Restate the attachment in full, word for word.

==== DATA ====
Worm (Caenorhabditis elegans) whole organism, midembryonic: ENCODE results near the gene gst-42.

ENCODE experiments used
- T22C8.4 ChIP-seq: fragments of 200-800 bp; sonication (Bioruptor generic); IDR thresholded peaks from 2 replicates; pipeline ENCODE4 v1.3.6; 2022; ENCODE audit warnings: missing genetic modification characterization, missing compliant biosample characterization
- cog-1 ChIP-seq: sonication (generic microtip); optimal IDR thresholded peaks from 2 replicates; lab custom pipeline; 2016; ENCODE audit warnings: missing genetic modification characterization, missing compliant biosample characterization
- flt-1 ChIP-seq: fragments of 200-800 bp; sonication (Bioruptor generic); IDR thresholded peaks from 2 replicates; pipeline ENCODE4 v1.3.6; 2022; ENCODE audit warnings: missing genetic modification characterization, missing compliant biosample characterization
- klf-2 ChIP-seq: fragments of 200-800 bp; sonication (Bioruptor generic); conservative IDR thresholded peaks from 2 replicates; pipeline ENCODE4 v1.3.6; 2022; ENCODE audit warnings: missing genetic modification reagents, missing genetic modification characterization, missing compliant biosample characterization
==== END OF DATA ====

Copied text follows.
Worm (Caenorhabditis elegans) whole organism, midembryonic: ENCODE results near the gene gst-42.

ENCODE experiments used
- T22C8.4 ChIP-seq: fragments of 200-800 bp; sonication (Bioruptor generic); IDR thresholded peaks from 2 replicates; pipeline ENCODE4 v1.3.6; 2022; ENCODE audit warnings: missing genetic modification characterization, missing compliant biosample characterization
- cog-1 ChIP-seq: sonication (generic microtip); optimal IDR thresholded peaks from 2 replicates; lab custom pipeline; 2016; ENCODE audit warnings: missing genetic modification characterization, missing compliant biosample characterization
- flt-1 ChIP-seq: fragments of 200-800 bp; sonication (Bioruptor generic); IDR thresholded peaks from 2 replicates; pipeline ENCODE4 v1.3.6; 2022; ENCODE audit warnings: missing genetic modification characterization, missing compliant biosample characterization
- klf-2 ChIP-seq: fragments of 200-800 bp; sonication (Bioruptor generic); conservative IDR thresholded peaks from 2 replicates; pipeline ENCODE4 v1.3.6; 2022; ENCODE audit warnings: missing genetic modification reagents, missing genetic modification characterization, missing compliant biosample characterization